With the confirmed spread of Ebola to the bustling city of Mbandaka and the number of cases spiking to 58, it's been an eventful week for Ebolites. The most interesting happening by far, however, was the escape of three quarantined Ebola patients from an isolation ward at a hospital in Mbandaka.
Apparently, it was pretty simple. When relatives of two of the patients came to take them to church, the facilities Medecins Sans Frontieres (MSF) officials had no authority to stop them. They were reportedly taken away on motorbikes and a search was ordered by the police. One patient was later found dead at home, the other returned to the hospital the next day and died that evening.
Another patient who was close to being discharged left on Sunday evening but was later found and returned to the hospital for monitoring.
The WHO and MSF said they could not force patients to stay in the hospital, instead banking on good old African rationality.
“This is a hospital. It’s not a prison. We can’t lock everything,” Henry Gray, the head of the MSF mission in Mbandaka.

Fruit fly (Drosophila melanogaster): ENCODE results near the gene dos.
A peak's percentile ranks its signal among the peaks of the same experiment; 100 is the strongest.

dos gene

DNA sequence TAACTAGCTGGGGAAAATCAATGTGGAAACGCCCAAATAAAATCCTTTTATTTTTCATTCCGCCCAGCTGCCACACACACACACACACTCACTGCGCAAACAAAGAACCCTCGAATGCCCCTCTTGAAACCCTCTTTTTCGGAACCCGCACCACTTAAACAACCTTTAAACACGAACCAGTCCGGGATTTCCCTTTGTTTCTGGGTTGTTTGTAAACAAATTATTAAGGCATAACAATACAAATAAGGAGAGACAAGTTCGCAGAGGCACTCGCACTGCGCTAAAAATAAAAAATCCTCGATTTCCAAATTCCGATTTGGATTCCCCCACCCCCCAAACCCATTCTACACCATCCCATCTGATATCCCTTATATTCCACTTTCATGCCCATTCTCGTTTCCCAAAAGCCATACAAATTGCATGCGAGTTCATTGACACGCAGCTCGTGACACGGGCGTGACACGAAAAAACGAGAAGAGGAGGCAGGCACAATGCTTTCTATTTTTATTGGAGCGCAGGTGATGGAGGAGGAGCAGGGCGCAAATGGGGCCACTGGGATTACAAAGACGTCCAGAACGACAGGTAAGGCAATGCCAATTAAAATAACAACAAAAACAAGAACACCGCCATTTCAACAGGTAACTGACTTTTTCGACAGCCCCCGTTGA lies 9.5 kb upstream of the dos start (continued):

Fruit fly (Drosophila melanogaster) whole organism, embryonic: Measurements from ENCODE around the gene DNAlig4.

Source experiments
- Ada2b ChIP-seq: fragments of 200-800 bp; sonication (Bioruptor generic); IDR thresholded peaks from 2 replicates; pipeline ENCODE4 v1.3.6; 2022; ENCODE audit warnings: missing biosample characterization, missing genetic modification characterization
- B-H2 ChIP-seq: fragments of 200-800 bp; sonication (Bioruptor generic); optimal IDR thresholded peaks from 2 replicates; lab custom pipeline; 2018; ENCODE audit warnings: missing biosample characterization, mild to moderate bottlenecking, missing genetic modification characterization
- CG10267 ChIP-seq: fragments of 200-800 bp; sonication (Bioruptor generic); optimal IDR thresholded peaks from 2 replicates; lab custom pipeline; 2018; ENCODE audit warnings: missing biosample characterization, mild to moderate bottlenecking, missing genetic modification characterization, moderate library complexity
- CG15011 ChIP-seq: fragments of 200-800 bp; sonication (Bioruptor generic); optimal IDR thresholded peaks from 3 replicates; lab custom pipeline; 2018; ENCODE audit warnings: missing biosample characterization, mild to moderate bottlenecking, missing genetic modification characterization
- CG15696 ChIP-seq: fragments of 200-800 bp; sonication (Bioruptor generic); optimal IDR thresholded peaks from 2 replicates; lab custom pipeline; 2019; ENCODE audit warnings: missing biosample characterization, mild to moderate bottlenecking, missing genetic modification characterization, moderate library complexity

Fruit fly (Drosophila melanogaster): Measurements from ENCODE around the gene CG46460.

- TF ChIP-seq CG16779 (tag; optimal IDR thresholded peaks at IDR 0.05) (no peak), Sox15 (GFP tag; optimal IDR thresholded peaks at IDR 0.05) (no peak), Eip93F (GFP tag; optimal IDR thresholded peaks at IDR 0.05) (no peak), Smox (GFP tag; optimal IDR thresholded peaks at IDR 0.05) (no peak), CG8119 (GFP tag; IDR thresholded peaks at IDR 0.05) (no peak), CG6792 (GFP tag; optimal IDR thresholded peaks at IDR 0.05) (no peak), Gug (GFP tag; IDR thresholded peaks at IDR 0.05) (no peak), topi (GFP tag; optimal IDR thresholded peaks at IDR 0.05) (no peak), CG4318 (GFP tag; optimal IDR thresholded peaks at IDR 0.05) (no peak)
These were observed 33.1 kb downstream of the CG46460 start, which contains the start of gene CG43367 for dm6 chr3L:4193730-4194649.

The families and contacts of the three patients are being monitored and some have already been immunized. Which brings us to the next point of interest, this experimental vaccine the WHO won't shut up about.
The Tilting Scale
Maybe you've heard about the "new" Ebola vaccine the WHO and other international health organizations have been bragging about since the last outbreak? If not, you need look no further than the WHO's last Disease Outbreak News (DON) to see how up their own asses they are for this little experiment.
It absolutely dominates the article. They don't even give updated infection stats or cover the outbreak itself at all.
Personally, I don't think this vaccine is meant to innoculate against Ebola itself, so much as the panic that comes with an epidemic. Whatever the case, it certainly won't stop Ebola-chan.
Thing is, as of yesterday the WHO had so far vaccinated 33 people, and had hoped to raise that number to 100 in the next five days, 70 of those 100 being healthcare professionals. The vaccine itself is just a sluggish thing, requiring 7 to 10 days to create an immunity. Whereas Ebola-chan can infect immediately and manifest symptoms in as little as two days. Something the WHO really should have taken into account. It's only just starting to sink in just how behind they are.
"We are on the epidemiological knife-edge," Peter Salama, head of emergency responses at the WHO, said at a special meeting to discuss the crisis in Geneva. "The next few weeks will really tell if this outbreak is going to expand to urban areas or if we are going to be able to keep it under control."